Listen to today's episode of StarDate on the web the same day it airs in high-quality streaming audio without any extra ads or announcements. Choose a $8 one-month pass, or listen every day for a year for just $30.
You are here
Moon and Aldebaran
The bull gets an eyeful of moonlight tonight. Aldebaran, the bright star that represents the eye of Taurus, stands close to the upper right of the Moon at nightfall, and the two remain close throughout the night.
Aldebaran is one of many stars visible to our own eyes that show us something special: the fate of our own Sun.
For most of its life, Aldebaran was similar to the present-day Sun — a main-sequence star. Such a star steadily “fuses” atoms of hydrogen in its core to make helium, the next-heavier element.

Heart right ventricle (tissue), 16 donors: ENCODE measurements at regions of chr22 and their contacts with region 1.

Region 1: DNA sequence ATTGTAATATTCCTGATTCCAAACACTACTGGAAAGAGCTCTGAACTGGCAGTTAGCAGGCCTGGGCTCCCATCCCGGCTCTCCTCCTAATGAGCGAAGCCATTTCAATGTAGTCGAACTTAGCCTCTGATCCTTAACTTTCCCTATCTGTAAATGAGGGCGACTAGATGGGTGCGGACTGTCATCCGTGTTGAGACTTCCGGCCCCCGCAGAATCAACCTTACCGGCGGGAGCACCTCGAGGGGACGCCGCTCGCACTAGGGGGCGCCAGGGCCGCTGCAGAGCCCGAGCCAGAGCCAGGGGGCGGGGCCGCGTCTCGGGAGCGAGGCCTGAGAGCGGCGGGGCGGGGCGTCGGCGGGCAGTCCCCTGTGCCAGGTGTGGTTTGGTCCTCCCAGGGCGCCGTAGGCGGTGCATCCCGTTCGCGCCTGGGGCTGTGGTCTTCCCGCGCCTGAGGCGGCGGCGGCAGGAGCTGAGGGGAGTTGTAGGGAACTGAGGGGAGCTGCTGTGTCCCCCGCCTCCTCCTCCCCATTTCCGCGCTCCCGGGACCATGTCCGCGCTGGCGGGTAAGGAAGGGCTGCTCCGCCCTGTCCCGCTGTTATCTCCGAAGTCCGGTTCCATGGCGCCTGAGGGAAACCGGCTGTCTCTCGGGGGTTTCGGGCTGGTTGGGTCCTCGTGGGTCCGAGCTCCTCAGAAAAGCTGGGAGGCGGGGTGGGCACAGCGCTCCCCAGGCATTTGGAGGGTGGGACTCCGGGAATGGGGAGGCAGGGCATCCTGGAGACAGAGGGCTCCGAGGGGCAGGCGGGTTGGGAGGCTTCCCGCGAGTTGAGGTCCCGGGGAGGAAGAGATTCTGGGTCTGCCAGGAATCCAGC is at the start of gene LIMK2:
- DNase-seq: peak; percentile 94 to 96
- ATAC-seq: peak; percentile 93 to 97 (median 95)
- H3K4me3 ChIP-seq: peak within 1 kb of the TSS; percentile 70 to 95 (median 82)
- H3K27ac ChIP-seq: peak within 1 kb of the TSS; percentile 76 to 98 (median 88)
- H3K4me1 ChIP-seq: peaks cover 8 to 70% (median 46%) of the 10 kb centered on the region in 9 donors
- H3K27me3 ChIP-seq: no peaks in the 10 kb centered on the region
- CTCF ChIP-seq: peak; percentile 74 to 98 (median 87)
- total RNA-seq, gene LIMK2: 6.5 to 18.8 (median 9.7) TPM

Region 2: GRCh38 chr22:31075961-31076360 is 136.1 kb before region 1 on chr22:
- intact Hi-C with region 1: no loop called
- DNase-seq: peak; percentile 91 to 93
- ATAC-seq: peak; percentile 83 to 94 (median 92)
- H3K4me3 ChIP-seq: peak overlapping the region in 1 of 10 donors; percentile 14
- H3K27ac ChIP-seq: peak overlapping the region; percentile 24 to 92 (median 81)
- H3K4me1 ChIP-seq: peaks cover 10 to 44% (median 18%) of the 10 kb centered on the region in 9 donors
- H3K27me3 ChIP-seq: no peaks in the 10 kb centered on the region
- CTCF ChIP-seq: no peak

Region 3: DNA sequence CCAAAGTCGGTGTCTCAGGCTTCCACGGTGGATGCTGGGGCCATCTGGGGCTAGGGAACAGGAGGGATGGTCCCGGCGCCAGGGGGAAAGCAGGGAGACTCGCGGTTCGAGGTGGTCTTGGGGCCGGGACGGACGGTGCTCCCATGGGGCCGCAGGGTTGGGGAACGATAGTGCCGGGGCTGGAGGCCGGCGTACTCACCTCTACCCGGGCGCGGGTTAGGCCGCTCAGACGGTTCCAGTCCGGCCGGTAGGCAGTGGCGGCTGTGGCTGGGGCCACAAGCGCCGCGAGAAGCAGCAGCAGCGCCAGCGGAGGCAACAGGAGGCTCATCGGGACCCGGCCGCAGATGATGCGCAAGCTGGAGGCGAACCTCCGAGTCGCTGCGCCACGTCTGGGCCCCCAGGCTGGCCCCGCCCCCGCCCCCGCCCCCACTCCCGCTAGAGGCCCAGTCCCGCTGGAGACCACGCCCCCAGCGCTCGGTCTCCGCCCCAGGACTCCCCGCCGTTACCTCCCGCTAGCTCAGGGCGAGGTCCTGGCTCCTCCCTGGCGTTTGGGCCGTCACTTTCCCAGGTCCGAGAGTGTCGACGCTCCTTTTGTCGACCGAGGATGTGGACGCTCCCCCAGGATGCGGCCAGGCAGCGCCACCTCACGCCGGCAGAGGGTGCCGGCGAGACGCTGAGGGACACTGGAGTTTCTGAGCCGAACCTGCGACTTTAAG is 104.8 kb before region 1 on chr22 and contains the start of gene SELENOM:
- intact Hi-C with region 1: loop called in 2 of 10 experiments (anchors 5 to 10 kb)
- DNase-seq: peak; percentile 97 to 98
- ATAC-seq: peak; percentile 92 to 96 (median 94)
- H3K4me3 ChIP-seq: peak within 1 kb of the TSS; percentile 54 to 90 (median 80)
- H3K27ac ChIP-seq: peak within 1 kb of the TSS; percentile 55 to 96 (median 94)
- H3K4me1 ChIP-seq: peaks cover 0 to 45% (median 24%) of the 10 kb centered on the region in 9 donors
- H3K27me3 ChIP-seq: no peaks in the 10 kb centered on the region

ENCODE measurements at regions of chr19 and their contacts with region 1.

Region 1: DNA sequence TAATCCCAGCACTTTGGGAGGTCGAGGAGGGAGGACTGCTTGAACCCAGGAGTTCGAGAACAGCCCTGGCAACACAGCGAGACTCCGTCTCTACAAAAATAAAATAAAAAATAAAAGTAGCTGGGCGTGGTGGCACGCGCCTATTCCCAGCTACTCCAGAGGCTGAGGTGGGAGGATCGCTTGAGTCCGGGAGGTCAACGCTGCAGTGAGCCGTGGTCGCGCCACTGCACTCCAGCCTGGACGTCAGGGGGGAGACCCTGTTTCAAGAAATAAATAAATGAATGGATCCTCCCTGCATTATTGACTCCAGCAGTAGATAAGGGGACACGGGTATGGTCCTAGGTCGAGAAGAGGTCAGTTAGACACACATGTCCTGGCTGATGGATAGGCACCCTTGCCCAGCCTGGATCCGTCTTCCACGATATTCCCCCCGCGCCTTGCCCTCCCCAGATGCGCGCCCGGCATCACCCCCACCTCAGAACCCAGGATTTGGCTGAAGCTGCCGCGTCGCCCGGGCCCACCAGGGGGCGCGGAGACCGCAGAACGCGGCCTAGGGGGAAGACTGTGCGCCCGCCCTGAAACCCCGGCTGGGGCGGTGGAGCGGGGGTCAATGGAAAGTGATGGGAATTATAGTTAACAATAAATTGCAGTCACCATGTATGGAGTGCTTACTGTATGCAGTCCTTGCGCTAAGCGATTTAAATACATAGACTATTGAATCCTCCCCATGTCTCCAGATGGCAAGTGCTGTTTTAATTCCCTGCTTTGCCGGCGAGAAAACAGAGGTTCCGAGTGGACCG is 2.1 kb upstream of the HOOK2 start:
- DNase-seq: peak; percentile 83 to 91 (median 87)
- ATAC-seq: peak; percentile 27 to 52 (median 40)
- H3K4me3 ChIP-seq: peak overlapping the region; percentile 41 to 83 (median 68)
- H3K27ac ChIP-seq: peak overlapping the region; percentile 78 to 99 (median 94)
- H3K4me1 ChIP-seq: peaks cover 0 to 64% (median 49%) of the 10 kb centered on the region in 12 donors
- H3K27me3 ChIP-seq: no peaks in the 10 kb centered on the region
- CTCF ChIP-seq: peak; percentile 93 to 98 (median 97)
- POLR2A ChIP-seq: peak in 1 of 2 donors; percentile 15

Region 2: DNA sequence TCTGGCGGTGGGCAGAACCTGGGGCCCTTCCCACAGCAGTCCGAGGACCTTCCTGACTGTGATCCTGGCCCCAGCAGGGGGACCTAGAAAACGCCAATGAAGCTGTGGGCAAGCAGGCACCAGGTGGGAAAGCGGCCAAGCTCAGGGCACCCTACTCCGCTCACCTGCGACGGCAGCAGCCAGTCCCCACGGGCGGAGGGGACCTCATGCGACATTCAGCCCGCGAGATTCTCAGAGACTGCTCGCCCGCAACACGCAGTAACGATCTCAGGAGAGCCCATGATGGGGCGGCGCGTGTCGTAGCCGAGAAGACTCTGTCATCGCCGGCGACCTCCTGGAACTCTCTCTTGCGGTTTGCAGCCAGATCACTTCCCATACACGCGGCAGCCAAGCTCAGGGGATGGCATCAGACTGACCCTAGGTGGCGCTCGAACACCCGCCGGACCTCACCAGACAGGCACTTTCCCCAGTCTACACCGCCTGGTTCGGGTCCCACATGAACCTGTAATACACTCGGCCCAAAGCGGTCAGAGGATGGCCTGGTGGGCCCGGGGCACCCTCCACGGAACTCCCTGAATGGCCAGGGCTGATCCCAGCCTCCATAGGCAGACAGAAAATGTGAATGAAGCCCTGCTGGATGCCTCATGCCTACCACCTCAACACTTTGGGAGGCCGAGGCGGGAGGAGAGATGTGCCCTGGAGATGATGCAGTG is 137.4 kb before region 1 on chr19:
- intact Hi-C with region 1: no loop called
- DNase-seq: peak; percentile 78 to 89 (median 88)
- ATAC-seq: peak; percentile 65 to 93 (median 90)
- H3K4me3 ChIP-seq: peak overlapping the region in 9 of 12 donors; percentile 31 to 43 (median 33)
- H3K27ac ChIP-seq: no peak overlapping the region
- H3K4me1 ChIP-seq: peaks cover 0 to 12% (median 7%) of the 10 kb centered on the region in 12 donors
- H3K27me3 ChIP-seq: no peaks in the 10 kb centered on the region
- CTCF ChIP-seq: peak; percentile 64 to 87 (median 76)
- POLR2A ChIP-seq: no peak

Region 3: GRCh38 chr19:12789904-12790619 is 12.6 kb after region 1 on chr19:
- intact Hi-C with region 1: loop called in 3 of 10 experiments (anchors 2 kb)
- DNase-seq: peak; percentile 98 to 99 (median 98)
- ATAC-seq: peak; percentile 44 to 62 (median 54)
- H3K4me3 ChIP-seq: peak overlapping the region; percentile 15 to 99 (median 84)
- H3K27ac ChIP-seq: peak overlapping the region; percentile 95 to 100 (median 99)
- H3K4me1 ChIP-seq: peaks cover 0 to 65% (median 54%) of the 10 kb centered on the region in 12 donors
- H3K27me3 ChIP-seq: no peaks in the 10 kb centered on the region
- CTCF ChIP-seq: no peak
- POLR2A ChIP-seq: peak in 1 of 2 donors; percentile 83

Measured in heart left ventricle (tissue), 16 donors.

When the hydrogen is gone, the core goes through a series of changes. Those changes cause the star’s outer layers to puff up like a giant balloon. The star gets many times wider, so it moves off the main sequence and into the “giant” phase of life.
Because the outer layers are so puffy, they also get cooler. In fact, Aldebaran is thousands of degrees cooler than the Sun. At that temperature, the surface shines a dull orange. It’s tough to see that color tonight, with the Moon nearby. But after the Moon moves away, you shouldn’t have any trouble detecting the color in the bull’s eye.
The Sun will remain on the main sequence for several billion years. After that, it, too, will begin to enter the giant phase. That phase will last for a billion years or so before the final phase: The Sun will cast its outer layers into space, leaving only its hot but dead core — a fate that’s not far away for beautiful Aldebaran.
Script by Damond Benningfield, Copyright 2015